The ‘Fast and Frozen‘ 2-way North Channel relay team completed its unprecedented journey across the North Channel from Ireland to Scotland to Ireland in 29 hours 57 minutes on July 27th 2015.
The team of famed ice swimmers included Henri Kaarma from Estonia, Ryan Stramrood from South Africa, Anna Carin-Nordin from Sweden, Patrick Corcoran from Ireland, Zdeněk Thalmika from the Czech Republic, and Elina Makïnen from Finland. The team left the shore of Northern Ireland at 7:52 am, escorted by Mallon of Infinity Channel Swimming.
Mallon explains the origins of the attempt, “In February 2015 following the International Ice Swimming Association 1 km Championships in Murmansk, Russia, a group of swimmers formed to take on a challenge set that I set before them – something that had never before been achieved. In previous years, both Kevin Murphy and Alison Streeter MBE had attempted 2-way solo crossings of the notoriously challenging North (Irish) Channel from Ireland to Scotland to Ireland, but neither were successful and never before had a relay attempted this feat.”
Kaarma, Stramrood, Carin Nordin, Tlamicha, Corcoran and Makïnen had competed and all stood upon the podium at these championships. Their talents in ice and cold water swimming were augmented by a fast stroke rate (spm). The Irish Long Distance Swimming Association offered the team a window in July 2015. Fast and Frozen was the team name based on their collective ice swimming history and swim speed.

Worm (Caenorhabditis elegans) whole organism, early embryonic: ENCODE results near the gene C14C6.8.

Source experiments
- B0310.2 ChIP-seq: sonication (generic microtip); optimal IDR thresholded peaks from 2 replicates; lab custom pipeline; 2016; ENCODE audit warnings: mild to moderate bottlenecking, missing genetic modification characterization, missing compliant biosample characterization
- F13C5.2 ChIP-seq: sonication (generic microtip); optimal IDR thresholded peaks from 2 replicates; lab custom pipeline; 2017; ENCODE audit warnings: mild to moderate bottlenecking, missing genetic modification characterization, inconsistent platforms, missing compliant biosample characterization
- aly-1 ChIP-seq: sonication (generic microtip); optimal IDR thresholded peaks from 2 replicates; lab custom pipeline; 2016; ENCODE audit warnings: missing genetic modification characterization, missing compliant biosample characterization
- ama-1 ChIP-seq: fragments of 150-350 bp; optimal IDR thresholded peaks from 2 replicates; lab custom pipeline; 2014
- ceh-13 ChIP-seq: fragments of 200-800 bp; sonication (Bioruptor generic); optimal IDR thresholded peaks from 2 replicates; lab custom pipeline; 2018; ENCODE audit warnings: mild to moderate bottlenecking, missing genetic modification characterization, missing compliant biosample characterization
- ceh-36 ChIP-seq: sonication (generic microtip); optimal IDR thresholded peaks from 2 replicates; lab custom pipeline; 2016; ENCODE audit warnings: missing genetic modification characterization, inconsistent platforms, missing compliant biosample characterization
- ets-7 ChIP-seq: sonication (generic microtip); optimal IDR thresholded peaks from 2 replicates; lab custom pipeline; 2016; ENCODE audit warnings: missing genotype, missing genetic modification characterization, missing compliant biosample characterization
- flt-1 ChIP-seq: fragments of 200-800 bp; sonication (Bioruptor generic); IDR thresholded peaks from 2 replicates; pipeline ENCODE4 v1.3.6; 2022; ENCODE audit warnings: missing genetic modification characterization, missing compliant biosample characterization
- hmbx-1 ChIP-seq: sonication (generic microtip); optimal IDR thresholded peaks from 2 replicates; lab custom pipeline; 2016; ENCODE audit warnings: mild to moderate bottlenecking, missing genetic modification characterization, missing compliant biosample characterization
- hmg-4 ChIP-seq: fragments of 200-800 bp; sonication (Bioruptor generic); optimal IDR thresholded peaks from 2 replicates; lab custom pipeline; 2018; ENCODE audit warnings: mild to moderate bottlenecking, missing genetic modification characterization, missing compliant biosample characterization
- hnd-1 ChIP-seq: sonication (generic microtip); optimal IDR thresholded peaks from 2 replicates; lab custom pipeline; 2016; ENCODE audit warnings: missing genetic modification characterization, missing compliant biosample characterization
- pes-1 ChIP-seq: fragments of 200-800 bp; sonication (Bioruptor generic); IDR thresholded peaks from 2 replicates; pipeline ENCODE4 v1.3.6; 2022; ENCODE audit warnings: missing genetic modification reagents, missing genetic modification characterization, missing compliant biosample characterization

“They all arrived in Dublin from across the globe, raring to go.
But Mother Nature delayed their plans with high winds and stormy weather. The original date of July 24th was pushed back and the team took some time to sightsee and rest.
After many discussions about tides and weather, and an almost complete cancellation, the decision to go on July 27th was made.
The team arrived at Donaghadee Harbor with food boxes and kit bags packed for departure at 7 am with high water approaching. This would be a tough ask, but the training they all had completed in colder, rougher waters would help their attempt at a world first.
They were taxied to Robbie’s Point on board Aquaholics II, a traditional start point of many of the North (Irish) Channel swims.
Henri Kaarma was first to swim, entering the water at 7:48 am. He swam to the shore and raised his hands whilst standing on barnacle-covered rocks. The claxon sounded. At 7:52 am under the watchful eyes of Mallon, Richard, Gary and Milo McCourt, the swim started.